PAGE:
This is the time of year where music directors and church musicians are returning home from summer conferences, colloquia, seminars, retreats, possibly trips abroad, or maybe just summer vacations. Over the next few weeks we are planning out the year that lies ahead, recruiting choir members, choosing repertoire, organizing and preparing ourselves for the exhausting stretch of rehearsals and liturgies, especially the privileged seasons that will be here before we know it. Although this time of year is comparatively very slow, it brings with it a certain anxiety because we know that our strategizing and big-picture thinking now may very well determine the course of the coming year.
If your parish is like mine, you might be considering what subtle or possibly profound additions, subtractions, or adjustments you can make that will help steer your parish toward the sacred and more closely toward the musical and liturgical ideals that are given to us by the Church. This might be the creation of a schola that begins to explore the Church’s musical treasures, an implementation of the basic Gregorian ordinary, more singing on the part of the priest and the congregation in dialogue with him, a weeding out of problematic repertoire, it surely involves a thorough agenda of catechesis, and probably also of continued personal study.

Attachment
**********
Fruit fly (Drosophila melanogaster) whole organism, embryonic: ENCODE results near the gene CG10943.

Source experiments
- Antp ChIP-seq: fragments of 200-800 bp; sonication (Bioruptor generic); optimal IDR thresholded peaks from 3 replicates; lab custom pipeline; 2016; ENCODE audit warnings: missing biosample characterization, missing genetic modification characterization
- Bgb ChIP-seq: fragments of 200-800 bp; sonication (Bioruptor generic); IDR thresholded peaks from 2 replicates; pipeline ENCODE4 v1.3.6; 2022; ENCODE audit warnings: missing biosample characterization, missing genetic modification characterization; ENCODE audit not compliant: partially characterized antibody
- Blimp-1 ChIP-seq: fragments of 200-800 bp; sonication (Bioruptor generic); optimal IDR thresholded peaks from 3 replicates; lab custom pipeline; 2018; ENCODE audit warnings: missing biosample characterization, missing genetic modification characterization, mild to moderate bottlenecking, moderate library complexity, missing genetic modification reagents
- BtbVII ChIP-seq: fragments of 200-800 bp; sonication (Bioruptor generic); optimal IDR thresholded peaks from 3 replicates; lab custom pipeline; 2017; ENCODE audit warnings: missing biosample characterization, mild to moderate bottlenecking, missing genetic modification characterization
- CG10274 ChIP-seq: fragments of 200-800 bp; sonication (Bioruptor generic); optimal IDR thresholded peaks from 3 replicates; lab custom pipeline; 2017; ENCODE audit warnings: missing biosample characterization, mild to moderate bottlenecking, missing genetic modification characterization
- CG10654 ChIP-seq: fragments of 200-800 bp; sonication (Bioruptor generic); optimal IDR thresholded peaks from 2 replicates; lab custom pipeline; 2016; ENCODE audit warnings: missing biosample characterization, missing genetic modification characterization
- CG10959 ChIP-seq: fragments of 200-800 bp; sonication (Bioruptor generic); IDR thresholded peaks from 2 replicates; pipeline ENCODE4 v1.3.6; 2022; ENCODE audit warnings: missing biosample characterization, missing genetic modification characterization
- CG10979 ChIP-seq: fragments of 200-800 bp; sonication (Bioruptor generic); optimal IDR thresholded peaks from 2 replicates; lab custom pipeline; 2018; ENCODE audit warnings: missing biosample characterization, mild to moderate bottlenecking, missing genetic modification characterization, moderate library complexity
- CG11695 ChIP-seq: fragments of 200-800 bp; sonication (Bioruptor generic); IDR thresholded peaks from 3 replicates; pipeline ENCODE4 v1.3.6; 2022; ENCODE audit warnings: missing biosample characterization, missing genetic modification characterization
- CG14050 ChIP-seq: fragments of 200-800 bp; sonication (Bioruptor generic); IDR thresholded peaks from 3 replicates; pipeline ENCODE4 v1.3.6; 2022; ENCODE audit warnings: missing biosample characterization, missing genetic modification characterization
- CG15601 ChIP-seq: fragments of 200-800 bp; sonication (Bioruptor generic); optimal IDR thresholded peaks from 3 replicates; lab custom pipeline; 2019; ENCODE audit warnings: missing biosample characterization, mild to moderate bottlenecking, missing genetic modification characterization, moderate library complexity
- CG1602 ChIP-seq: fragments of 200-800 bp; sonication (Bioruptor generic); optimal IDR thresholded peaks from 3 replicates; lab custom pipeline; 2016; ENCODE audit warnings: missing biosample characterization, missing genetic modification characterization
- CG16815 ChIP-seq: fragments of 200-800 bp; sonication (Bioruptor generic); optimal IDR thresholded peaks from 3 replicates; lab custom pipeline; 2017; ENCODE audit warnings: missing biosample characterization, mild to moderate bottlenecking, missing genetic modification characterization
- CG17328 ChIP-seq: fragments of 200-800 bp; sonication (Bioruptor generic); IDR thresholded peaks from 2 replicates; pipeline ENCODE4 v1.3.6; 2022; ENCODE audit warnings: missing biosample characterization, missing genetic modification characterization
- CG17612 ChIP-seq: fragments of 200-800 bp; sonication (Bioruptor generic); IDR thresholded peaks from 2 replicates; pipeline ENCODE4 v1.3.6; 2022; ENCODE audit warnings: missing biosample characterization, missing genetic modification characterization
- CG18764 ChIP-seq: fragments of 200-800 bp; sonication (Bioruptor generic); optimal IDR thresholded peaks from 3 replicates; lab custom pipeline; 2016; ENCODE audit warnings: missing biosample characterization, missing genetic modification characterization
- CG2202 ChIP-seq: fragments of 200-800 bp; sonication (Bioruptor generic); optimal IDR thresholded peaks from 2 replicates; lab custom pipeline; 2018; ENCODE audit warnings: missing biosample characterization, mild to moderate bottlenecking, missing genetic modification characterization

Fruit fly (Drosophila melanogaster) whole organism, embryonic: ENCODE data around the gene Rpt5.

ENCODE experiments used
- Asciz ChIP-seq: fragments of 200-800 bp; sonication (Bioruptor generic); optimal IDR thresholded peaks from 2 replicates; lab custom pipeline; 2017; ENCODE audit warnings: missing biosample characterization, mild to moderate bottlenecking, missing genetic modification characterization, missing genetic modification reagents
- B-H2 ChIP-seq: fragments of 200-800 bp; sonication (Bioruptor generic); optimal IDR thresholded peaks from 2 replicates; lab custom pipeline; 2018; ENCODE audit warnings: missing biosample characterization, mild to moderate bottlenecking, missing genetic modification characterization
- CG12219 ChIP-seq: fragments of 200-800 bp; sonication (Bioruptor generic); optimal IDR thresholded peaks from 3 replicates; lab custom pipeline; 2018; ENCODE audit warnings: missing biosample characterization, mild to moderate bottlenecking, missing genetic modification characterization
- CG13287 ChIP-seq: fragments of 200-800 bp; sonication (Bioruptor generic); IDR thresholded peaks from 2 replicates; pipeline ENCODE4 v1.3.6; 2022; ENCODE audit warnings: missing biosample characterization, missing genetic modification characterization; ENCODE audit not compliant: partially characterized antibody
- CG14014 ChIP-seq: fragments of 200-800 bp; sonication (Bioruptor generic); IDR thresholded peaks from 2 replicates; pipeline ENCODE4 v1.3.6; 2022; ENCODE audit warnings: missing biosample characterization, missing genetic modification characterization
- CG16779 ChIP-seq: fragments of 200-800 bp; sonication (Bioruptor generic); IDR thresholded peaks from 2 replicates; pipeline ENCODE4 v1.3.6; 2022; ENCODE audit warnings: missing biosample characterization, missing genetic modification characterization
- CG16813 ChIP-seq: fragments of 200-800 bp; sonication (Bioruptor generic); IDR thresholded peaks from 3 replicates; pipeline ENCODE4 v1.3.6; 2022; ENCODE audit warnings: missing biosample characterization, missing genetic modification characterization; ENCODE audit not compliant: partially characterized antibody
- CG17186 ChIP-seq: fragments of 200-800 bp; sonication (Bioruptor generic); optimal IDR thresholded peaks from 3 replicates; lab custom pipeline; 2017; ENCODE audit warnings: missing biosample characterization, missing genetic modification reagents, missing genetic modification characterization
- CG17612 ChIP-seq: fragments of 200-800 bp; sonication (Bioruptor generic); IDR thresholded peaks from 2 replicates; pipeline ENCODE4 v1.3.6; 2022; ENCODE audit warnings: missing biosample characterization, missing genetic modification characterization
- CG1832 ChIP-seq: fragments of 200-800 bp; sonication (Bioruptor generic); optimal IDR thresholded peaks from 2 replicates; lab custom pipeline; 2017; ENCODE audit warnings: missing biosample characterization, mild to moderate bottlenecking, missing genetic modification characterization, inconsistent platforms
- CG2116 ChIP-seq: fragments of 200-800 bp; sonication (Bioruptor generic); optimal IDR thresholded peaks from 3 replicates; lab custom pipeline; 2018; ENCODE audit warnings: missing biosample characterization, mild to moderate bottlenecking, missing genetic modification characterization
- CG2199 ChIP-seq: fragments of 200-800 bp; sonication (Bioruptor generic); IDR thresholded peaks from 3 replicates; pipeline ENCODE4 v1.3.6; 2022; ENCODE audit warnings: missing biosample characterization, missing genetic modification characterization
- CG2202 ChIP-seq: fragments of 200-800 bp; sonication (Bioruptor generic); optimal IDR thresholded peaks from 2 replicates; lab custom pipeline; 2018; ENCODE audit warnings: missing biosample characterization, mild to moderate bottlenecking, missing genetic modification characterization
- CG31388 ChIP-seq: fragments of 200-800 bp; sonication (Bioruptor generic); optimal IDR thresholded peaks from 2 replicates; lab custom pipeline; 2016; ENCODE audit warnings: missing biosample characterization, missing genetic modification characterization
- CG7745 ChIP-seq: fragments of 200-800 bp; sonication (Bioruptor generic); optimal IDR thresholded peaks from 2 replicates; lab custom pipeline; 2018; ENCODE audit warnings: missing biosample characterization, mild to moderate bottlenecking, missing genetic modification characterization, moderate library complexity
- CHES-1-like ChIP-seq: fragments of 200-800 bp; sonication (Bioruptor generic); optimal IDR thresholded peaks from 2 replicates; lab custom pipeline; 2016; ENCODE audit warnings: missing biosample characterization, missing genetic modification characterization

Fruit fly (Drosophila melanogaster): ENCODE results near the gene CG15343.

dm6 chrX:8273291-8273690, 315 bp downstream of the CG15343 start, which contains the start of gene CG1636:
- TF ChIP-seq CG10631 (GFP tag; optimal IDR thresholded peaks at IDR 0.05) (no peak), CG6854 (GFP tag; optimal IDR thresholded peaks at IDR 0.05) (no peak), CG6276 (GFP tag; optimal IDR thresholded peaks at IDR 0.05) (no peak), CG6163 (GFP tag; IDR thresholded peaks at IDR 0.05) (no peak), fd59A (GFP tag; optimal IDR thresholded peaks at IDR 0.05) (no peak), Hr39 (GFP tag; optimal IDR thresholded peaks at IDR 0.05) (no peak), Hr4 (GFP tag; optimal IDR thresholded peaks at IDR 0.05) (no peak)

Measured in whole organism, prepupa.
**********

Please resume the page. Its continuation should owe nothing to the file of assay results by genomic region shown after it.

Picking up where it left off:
And it also is likely to involve some sort of introduction of your parish to the proper of the Mass–perhaps specifically the processional antiphons which form an integral part of the liturgy and which are ideally supposed to be sung at the Entrance, Offertory and Communion.
At this point in history the desire to begin singing the proper chants, or at least the Introit and Communion, presents some very interesting challenges. There are several resources that are now available, all of varying degrees of difficulty, and many if not most of them available to you freely. Of course there is the Graduale Romanum, the Roman Rite’s book for the choir, there are Rossini propers (very popular before Vatican II), there are simpler chants of the Graduale Simplex, there are the polyphonic and choral propers found at CPDL, there are collections of English chant like Bruce Ford’s The American Gradual, the Palmer-Burgess Gradual, The Anglican Use Gradual, Fr. Samuel Weber’s work, Fr. Columba Kelly’s work, the Simple Choral Gradual, The Arbogast collection, Tietze’s Hymn Introits for the Church Year, there are 101 different ways to sing antiphons to psalm tones, falsi bordoni, Anglican chant, you can write your own settings, there even funky collections from publishers like the Liturgical Press (if you want to go there).